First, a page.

advantages are achieved through an integrated policy that reverses
certain practices of the traditional insurance carriers. More importantly,
these alterations have economic value that are achieved through
the use of computer modeling/trending as well as through a pricing
exercise that advances the current state of the P&C insurance.
An object model abstraction for a claims paid insurance system is
described in further detail below and with reference to FIG. 2.
Claims paid may not be appropriate for all insurable risks; however,
it provides another risk financing product that addresses certain
needs of insureds and insurers.
 Each insurance peril has a different claim maturation curve;
the claims-paid form focuses upon the next 12 months of this process
and its success in the marketplace depends on the ability to price
the risk properly. Effective pricing is dependent on effective modeling
and the incorporation of multiple points of data. It is an exercise
that is completed in a compressed time period and requires unusual
accuracy. Claims development is fluid and can vary greatly between
accident years. The ability to harness computing power that will
give insurers the comfort to rely on a claims-paid format is critical.
Regulators understand that traditional reserves have a margin for
error that is corrected in subsequent years. Since technology will
allow an insurer to demonstrate that most, if not all, potential
developments have been contemplated in the claims-paid calculation,
a regulator will understand that the balance of risks has been properly
considered and that consumers can purchase a claims-paid product
with the assurance that a particular risk has been analyzed appropriately.
 In general, claims-paid insurance is a more current process
that looks forward rather than dwelling on past reserves to estimate
the future cost of claims. Traditional P&C insurance insurers
determine current year pricing by seeking to correct for error in
past reserves. For a claims paid insurer, the focus is a look forward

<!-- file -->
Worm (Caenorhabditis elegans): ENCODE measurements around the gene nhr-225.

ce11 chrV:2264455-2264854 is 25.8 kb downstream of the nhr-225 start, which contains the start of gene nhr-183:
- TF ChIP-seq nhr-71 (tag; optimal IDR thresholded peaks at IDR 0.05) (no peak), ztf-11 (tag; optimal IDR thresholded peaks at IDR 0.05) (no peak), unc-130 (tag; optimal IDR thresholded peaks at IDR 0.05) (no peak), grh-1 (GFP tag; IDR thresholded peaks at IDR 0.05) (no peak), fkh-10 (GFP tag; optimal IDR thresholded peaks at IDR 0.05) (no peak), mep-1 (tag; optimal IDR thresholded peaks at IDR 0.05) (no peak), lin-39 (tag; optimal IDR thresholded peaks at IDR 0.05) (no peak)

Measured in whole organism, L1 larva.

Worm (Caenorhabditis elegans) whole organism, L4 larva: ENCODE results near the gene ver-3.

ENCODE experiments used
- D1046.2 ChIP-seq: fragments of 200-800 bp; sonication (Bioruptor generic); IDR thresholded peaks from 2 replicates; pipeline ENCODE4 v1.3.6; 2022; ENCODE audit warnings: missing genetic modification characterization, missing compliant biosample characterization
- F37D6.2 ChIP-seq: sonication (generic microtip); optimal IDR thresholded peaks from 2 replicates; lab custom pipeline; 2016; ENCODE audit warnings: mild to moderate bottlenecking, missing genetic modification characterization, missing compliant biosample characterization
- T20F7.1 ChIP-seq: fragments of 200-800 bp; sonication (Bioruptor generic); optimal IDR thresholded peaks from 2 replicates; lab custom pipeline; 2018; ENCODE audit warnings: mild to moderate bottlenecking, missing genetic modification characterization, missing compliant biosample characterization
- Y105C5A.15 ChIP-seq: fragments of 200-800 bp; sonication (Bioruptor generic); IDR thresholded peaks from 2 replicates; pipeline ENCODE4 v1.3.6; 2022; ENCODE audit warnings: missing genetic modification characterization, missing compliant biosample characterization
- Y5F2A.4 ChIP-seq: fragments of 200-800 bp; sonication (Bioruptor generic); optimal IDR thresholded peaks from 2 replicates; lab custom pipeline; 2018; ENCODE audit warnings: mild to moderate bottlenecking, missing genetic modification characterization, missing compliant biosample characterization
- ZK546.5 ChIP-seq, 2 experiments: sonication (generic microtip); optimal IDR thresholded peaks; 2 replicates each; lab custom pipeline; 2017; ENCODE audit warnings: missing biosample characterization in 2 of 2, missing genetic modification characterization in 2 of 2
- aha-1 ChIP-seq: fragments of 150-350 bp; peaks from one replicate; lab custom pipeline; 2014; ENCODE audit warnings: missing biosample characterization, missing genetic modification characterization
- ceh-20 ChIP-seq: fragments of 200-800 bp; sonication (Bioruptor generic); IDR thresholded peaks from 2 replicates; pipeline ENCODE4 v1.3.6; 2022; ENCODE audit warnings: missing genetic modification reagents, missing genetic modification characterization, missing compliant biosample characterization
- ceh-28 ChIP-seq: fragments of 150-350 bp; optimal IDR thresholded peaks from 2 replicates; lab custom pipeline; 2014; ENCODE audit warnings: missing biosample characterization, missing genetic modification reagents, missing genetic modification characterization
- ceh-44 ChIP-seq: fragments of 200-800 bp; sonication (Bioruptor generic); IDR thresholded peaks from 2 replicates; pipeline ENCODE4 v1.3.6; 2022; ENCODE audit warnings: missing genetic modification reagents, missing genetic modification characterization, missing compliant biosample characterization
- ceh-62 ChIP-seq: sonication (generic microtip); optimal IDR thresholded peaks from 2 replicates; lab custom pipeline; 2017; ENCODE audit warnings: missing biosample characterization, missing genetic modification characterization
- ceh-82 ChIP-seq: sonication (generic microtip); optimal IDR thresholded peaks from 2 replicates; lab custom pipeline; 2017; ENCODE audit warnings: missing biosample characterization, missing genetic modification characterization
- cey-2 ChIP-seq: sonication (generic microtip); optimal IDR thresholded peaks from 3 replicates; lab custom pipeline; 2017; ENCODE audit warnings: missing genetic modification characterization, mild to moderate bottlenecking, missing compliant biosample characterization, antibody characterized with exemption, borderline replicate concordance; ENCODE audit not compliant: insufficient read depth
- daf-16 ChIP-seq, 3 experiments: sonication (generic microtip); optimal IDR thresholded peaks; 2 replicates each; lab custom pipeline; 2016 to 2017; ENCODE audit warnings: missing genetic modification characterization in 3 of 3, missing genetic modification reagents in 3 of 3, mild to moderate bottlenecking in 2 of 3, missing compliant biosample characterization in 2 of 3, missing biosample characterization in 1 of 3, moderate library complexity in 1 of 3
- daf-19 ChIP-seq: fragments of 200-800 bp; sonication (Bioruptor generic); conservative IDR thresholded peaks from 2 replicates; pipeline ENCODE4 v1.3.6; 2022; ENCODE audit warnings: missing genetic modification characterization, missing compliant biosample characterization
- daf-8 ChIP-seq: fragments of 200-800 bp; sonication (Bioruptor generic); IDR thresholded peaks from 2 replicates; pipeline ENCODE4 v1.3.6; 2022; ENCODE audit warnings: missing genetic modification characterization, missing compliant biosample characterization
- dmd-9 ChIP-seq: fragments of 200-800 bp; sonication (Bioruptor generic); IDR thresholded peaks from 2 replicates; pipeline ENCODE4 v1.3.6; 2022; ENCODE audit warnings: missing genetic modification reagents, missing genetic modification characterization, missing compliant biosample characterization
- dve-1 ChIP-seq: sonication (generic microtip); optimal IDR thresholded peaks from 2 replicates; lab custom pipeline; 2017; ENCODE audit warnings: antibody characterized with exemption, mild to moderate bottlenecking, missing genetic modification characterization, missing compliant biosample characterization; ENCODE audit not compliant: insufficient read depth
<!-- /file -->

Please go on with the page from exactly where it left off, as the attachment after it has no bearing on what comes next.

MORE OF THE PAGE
to the next 12 months to determine what claims should be resolved
and what will be the expected indemnity losses. The following is
a description of the pricing modeling process for a claims paid
insurer. Like the policy provision description above, there will
be some similarities between the claims paid form and the claims
made and occurrence forms. However, in an embodiment of the present
invention certain usual and customary practices are reversed to
generate a more accurate product that benefits all parties in the
 FIG. 2 illustrates a computing device and object model abstractions
for a claims paid insurance system according to an embodiment of
the present invention. The illustrated embodiment includes a computing
device 210, a risk pool object 220, and a cost object 240. The risk
pool object 220 and the cost object 240 are operatively coupled
to the computing device 210. Although the objects 220, 240 are illustrated
as separate entities that are coupled to the computing device 210,
one skilled in the art will recognize that the objects 220, 240
represent data abstractions that may reside in the computing device
210. That is, the objects 220, 240 may be manipulated by and persistently
stored by the computing device 210. The computing device 210 also
receives as input a premium collection 260 and produces outputs
of risk analysis 280 and premium allocation 285.
 1. Risk Pool Object 220
 The first step in creating an insurance line is the determination
of the risk pool. For all insurance products, there needs to be
a sufficient grouping of similarly-situated risks that can collectively
shared the burden of the expected losses. For claims paid, the decision
to enter a business line has long-term consequences; entrance means
that the insurer will remain committed to this business for the